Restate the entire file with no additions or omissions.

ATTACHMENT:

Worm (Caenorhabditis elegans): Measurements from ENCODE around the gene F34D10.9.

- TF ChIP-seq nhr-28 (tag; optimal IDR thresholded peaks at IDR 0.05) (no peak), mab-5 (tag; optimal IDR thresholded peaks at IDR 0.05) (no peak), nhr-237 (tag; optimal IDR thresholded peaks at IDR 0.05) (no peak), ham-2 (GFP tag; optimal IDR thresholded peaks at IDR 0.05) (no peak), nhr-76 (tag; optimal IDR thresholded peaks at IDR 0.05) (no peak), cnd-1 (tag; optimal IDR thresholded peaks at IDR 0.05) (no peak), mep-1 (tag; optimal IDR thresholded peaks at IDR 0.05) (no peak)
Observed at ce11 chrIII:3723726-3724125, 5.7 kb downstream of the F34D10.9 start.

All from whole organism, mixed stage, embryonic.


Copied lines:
Worm (Caenorhabditis elegans): Measurements from ENCODE around the gene F34D10.9.

- TF ChIP-seq nhr-28 (tag; optimal IDR thresholded peaks at IDR 0.05) (no peak), mab-5 (tag; optimal IDR thresholded peaks at IDR 0.05) (no peak), nhr-237 (tag; optimal IDR thresholded peaks at IDR 0.05) (no peak), ham-2 (GFP tag; optimal IDR thresholded peaks at IDR 0.05) (no peak), nhr-76 (tag; optimal IDR thresholded peaks at IDR 0.05) (no peak), cnd-1 (tag; optimal IDR thresholded peaks at IDR 0.05) (no peak), mep-1 (tag; optimal IDR thresholded peaks at IDR 0.05) (no peak)
Observed at ce11 chrIII:3723726-3724125, 5.7 kb downstream of the F34D10.9 start.

All from whole organism, mixed stage, embryonic.